One day shy of eight months from the earthquake and tsunami in Japan, leaders of The Church of Jesus Christ of Latter-day Saints traveled to a remote area along the coast of Tohoku, Japan, and presented equipment and supplies to the devastated fishermen in that region. The donation is in addition to the support already given by the Church in Sendai and other villages this year.
In the town of Kuji, the Church provided three trucks, 4,500 nets, 3,000 octopus cages, and various other fishing supplies to the local fishermen’s cooperative. Kuji has a population of about 35,000 people, with 1,200 fishermen. The fishing fleet was virtually destroyed. Kenichiro Saikachi, who heads the fishermen’s co-op, thanked the Church for the donation. “For us who received the shock of this great disaster, the donation today from your church is a reassuring act of kindness,” Saikachi said.
Driving 30 minutes down the rocky coastline, a team of Church leaders and staff made a similar presentation in the small village of Noda Mura. Before the tsunami there were 4,000 residents. Many people died and most of the houses were destroyed; fishing, the mainstay of the economy, also suffered. The Church’s donation included trucks with refrigeration equipment and fish tanks, a forklift, a large-volume digital scale, and 70 large containers for hauling the day’s catch. Both the mayor and the head of the co-op were visibly moved by the help they had received from people they were not aware of before the earthquake and tsunami.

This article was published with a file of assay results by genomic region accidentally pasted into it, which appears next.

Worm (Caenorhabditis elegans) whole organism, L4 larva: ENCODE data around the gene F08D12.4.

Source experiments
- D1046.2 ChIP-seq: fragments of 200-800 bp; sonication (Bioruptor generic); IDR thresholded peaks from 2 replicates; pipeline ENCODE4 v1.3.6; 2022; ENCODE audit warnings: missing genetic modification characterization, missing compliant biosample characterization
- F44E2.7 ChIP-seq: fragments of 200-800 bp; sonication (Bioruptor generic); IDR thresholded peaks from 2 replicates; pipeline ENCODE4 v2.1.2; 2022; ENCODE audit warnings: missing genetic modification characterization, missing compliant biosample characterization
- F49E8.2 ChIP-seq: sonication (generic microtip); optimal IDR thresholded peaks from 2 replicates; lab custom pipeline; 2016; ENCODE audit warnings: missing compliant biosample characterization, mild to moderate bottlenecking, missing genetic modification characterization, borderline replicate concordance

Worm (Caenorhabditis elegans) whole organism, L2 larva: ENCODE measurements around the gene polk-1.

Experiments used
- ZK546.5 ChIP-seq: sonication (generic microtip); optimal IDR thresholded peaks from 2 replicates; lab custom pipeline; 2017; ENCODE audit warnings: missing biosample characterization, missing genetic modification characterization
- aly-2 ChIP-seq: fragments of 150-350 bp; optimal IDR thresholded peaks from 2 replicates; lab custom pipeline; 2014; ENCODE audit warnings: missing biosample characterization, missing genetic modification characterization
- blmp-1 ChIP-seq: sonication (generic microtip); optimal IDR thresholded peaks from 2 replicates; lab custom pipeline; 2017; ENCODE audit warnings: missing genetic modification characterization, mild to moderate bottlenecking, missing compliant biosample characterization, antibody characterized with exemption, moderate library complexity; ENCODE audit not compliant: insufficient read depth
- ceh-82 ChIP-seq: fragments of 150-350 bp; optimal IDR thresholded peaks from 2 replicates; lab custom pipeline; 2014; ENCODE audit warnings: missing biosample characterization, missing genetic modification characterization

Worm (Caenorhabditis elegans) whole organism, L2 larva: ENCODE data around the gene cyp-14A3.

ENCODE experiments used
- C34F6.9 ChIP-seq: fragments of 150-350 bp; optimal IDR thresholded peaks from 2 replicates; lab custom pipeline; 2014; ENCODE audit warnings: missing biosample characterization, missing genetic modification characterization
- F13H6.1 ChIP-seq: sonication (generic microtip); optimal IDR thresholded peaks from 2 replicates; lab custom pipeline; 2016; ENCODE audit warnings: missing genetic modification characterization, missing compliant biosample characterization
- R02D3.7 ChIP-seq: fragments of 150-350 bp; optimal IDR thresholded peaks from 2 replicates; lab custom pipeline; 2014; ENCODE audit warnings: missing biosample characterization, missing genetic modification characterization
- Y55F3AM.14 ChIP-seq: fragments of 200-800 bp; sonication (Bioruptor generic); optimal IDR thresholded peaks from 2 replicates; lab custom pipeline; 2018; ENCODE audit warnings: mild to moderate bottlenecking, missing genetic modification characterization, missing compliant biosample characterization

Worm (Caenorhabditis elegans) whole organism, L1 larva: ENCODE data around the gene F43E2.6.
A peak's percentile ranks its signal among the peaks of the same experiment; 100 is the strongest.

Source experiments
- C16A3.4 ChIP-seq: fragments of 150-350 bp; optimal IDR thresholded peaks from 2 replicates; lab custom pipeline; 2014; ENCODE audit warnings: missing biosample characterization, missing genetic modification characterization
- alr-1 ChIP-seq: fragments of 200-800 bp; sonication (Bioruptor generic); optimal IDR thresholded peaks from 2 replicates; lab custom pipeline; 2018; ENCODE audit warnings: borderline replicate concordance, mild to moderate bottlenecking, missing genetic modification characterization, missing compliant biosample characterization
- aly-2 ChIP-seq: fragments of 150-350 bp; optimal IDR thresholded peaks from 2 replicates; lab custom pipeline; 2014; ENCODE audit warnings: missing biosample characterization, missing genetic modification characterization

The donations to the villages were suggested by President Domon Kazumoto, local leader of the Odate congregation of the Church. He had done business with Kyoichi Shimizu, a recently elected member of the Iwate prefectural assembly. Shimizu expressed his deep appreciation to President Kazumoto and the people of the Church who had come to the area “as if they were our own brothers and sisters.” He recognized that the humanitarian aid that paid for these donations had come from members all over the world in an effort to help Japan get the villages back on their feet.
The donations, added to nearly 22,000 Church-sponsored Mormon Helping Hands volunteers who have worked in the region, are part of an ongoing effort by the Church to help the people in Tohoku recover from the March 11, 2012, disaster, now referred to as the Great East Japan Earthquake.